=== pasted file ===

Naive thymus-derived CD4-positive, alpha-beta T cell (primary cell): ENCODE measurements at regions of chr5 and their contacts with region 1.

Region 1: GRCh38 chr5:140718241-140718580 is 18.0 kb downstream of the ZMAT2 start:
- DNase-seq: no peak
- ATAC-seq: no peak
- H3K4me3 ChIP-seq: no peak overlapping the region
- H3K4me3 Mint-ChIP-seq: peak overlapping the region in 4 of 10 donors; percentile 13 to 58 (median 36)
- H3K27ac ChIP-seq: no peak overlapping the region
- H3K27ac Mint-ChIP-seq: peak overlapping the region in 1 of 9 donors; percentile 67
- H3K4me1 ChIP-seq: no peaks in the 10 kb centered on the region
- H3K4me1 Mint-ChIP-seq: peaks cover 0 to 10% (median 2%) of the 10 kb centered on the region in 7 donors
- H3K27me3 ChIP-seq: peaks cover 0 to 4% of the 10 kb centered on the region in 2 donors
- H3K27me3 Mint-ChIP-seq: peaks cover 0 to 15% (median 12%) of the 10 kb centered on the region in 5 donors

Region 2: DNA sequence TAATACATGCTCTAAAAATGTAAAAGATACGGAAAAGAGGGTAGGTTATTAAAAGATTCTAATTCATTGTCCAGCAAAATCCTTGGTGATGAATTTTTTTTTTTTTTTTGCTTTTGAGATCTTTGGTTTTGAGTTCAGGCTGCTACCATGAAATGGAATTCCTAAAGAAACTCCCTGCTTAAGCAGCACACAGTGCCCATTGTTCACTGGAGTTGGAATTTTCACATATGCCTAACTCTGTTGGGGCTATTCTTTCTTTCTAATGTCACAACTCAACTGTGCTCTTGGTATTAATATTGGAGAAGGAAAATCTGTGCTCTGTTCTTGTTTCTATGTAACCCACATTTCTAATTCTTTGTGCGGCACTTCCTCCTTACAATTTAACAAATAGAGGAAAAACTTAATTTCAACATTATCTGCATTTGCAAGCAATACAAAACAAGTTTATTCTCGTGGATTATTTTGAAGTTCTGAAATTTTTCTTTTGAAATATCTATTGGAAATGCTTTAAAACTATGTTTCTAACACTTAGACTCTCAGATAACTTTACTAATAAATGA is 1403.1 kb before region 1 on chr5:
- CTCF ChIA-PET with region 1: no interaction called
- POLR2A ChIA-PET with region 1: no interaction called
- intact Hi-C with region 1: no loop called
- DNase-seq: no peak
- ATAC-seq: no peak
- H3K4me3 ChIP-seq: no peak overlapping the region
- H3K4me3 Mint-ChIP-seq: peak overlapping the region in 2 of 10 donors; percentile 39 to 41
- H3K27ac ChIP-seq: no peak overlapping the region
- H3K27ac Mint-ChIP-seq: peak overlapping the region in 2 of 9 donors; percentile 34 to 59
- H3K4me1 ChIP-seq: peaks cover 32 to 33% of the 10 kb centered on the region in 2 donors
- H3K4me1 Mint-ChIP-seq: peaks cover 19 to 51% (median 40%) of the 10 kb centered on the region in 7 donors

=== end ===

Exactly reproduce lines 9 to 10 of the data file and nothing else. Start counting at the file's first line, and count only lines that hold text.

- H3K4me1 ChIP-seq: no peaks in the 10 kb centered on the region
- H3K4me1 Mint-ChIP-seq: peaks cover 0 to 10% (median 2%) of the 10 kb centered on the region in 7 donors